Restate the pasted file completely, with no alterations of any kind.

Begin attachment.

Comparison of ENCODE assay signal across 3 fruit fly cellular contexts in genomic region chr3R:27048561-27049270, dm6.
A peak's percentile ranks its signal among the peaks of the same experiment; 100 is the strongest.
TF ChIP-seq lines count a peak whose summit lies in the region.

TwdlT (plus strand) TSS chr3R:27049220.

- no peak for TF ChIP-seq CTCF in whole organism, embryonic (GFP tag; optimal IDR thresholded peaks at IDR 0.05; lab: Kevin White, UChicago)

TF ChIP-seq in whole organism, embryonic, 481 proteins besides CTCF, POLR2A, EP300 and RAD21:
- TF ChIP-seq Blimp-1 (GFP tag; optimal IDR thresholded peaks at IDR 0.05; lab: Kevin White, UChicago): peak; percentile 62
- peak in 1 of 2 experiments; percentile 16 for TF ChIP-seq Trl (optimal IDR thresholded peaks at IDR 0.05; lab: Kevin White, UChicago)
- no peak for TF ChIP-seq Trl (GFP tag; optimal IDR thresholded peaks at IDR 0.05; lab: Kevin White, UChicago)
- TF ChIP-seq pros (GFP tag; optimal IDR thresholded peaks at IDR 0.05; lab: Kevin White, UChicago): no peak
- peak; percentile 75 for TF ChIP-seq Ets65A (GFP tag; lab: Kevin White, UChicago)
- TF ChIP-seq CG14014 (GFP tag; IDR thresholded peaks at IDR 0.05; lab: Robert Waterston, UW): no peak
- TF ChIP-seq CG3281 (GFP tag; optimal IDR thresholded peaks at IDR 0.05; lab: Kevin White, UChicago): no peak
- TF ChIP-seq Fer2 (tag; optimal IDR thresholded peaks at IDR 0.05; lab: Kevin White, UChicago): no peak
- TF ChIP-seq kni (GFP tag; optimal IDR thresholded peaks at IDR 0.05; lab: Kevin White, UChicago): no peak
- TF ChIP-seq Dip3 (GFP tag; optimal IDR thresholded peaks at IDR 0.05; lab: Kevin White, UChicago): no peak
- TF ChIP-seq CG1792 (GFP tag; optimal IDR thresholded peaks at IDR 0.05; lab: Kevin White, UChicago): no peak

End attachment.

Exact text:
Comparison of ENCODE assay signal across 3 fruit fly cellular contexts in genomic region chr3R:27048561-27049270, dm6.
A peak's percentile ranks its signal among the peaks of the same experiment; 100 is the strongest.
TF ChIP-seq lines count a peak whose summit lies in the region.

TwdlT (plus strand) TSS chr3R:27049220.

- no peak for TF ChIP-seq CTCF in whole organism, embryonic (GFP tag; optimal IDR thresholded peaks at IDR 0.05; lab: Kevin White, UChicago)

TF ChIP-seq in whole organism, embryonic, 481 proteins besides CTCF, POLR2A, EP300 and RAD21:
- TF ChIP-seq Blimp-1 (GFP tag; optimal IDR thresholded peaks at IDR 0.05; lab: Kevin White, UChicago): peak; percentile 62
- peak in 1 of 2 experiments; percentile 16 for TF ChIP-seq Trl (optimal IDR thresholded peaks at IDR 0.05; lab: Kevin White, UChicago)
- no peak for TF ChIP-seq Trl (GFP tag; optimal IDR thresholded peaks at IDR 0.05; lab: Kevin White, UChicago)
- TF ChIP-seq pros (GFP tag; optimal IDR thresholded peaks at IDR 0.05; lab: Kevin White, UChicago): no peak
- peak; percentile 75 for TF ChIP-seq Ets65A (GFP tag; lab: Kevin White, UChicago)
- TF ChIP-seq CG14014 (GFP tag; IDR thresholded peaks at IDR 0.05; lab: Robert Waterston, UW): no peak
- TF ChIP-seq CG3281 (GFP tag; optimal IDR thresholded peaks at IDR 0.05; lab: Kevin White, UChicago): no peak
- TF ChIP-seq Fer2 (tag; optimal IDR thresholded peaks at IDR 0.05; lab: Kevin White, UChicago): no peak
- TF ChIP-seq kni (GFP tag; optimal IDR thresholded peaks at IDR 0.05; lab: Kevin White, UChicago): no peak
- TF ChIP-seq Dip3 (GFP tag; optimal IDR thresholded peaks at IDR 0.05; lab: Kevin White, UChicago): no peak
- TF ChIP-seq CG1792 (GFP tag; optimal IDR thresholded peaks at IDR 0.05; lab: Kevin White, UChicago): no peak